There are a series of designs that have cycled through various brands. As best as I can tell, the original creator in China was Feng Jia Toys, but these blaster have appeared under that brand, World Tech Toys, and various other labels. Now, for this holiday season, the Maxx Action line has a bunch of blasters available at Kohl’s, including one I haven’t seen in the US before. It’s called the Defender, and it’s a decent blaster – it just seems to have a higher price than I can justify for an “off-brand”. On sale, though, it might be worth a look.
The blaster seriously reminds me of the Dart Zone Powerbolt – I’ll reference Peter’s old review, as well as mine from the old blog. It was a fun blaster, and later editions had the extra cutout in the shell to allow for complete dart compatibility. It didn’t have a trigger, making it purely a slamfire blaster, but for the $20 price, it was fun.
The Defender follows a similar premise – pump-action priming compresses the spring, and advances the belt chain. The difference here is the existence of a trigger, and a selector switch. The user can choose to operate it as a normal blaster, with the spring compressed until the trigger is pulled. You can also flip the switch and make it a pure slamfire blaster. The effect is similar (but not quite identical) to that of the Zombiestrike Scravenger. The firing in this mode occurs at the end of the priming pull. The overall rate of fire isn’t that much higher, but it’s a fun option.
However, at least in my blaster, the selector switch was physically hard to move by hand. Assuming that’s the standard, it’ll be extremely hard for young kids to use it.
The blaster shell itself feels like a different kind of plastic than most blasters, but it feels appropriately thick and contoured; it’s very solid in hand. The main grip is angled and open, designed very much for being held at the hip. There are two “tac rails” of sorts, but with nothing that appears to be compatible with anything Nerf or real steel.
The belt gets loaded via a door at the top. A disc of craft foam makes the seal between the plunger tube and the belt. Note the lack of an air restrictor or valve – the blaster will be dry-firing when not loaded. The belt movement occurs on the priming handle return, as well – in single fire, the belt will move prior to the dart firing, and vice versa in slamfire.
The Defender averaged 65fps in my testing, using the included waffle tip darts, with all the darts having decent accuracy. The rate of fire was three darts per second in slamfire, and slightly less in single fire mode. The average isn’t a complete picture, however.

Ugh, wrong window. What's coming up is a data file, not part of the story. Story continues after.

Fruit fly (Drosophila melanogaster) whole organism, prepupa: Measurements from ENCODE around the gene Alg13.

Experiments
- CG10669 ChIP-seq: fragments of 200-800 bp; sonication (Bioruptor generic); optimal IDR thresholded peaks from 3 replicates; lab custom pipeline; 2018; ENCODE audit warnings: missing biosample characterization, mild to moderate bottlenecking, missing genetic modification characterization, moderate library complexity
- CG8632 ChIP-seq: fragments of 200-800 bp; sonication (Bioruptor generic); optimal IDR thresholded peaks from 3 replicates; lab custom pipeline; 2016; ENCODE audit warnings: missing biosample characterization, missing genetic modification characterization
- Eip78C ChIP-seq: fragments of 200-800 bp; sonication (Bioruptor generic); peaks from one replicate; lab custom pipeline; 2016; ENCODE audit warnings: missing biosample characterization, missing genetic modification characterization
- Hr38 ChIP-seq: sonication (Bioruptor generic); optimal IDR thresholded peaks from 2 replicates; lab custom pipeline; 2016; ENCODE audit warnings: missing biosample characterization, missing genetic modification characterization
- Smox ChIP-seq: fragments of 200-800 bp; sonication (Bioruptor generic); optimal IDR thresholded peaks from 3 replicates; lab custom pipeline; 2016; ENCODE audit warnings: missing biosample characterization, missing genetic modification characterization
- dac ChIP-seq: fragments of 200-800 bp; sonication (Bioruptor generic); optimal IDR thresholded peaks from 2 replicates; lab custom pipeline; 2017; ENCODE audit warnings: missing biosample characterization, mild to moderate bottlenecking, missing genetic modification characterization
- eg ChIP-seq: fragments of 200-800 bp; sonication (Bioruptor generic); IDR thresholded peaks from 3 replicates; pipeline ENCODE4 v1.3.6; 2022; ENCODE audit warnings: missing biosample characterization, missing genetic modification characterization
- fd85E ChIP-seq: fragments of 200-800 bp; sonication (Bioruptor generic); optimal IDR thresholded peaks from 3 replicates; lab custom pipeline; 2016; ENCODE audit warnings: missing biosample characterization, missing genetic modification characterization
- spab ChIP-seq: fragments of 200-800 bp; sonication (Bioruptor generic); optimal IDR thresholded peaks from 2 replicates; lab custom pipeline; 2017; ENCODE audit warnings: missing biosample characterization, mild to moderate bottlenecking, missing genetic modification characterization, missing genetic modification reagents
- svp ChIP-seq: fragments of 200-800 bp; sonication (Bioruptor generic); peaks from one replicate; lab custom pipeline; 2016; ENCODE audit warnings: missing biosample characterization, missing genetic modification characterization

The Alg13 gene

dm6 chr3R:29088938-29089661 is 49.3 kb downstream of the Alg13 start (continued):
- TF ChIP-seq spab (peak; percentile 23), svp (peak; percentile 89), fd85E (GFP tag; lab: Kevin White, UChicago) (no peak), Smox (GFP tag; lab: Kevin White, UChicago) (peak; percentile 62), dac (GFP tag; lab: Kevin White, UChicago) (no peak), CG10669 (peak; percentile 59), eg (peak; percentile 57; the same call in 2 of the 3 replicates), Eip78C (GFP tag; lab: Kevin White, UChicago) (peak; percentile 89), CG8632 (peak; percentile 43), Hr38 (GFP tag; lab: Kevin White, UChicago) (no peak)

Notably, there was a wide range of dart velocities – I saw readings from 58 to 74. This inconsistency appears to have to do with the belt segments themselves – some are tighter barrels than others, and have better or worse dart fits.
There weren’t any misfires during testing.
The Defender has familiar internals for anyone who’s played with a Powerbolt. However, the addition of the selector switch makes for two major differences. One, there’s an actual catch piece for the plunger. Two, there’s an additional mechanism inside. If you look at the priming “sled”, there’s a spring-loaded tooth with a ramp at the back. When slamfire is engaged, the orange catch is moved out of the way. At the same time, another orange piece moves forward to interact with the ramp. In this way, the priming sled’s tooth is forced out of the way at the back of the prime, releasing the plunger.
Note before disassembly: four screws are hidden by pop-out panels. The green plastic on the grip and priming handle, as well as a sky blue plastic strip in front of the belt “slot”, all pop out to reveal screws. The orange cap is solvent welded in place.
I bought the Defender on sale for $24. For that, I got a fun blaster that, while not the most serious blaster, performed well enough. $30 base price may not be the most appealing, however – especially when other brands have made similar blasters that perform better for less money. If you do decide to make a spur of the moment purchase while shopping for gifts, however, the kid receiving this shouldn’t be disappointed.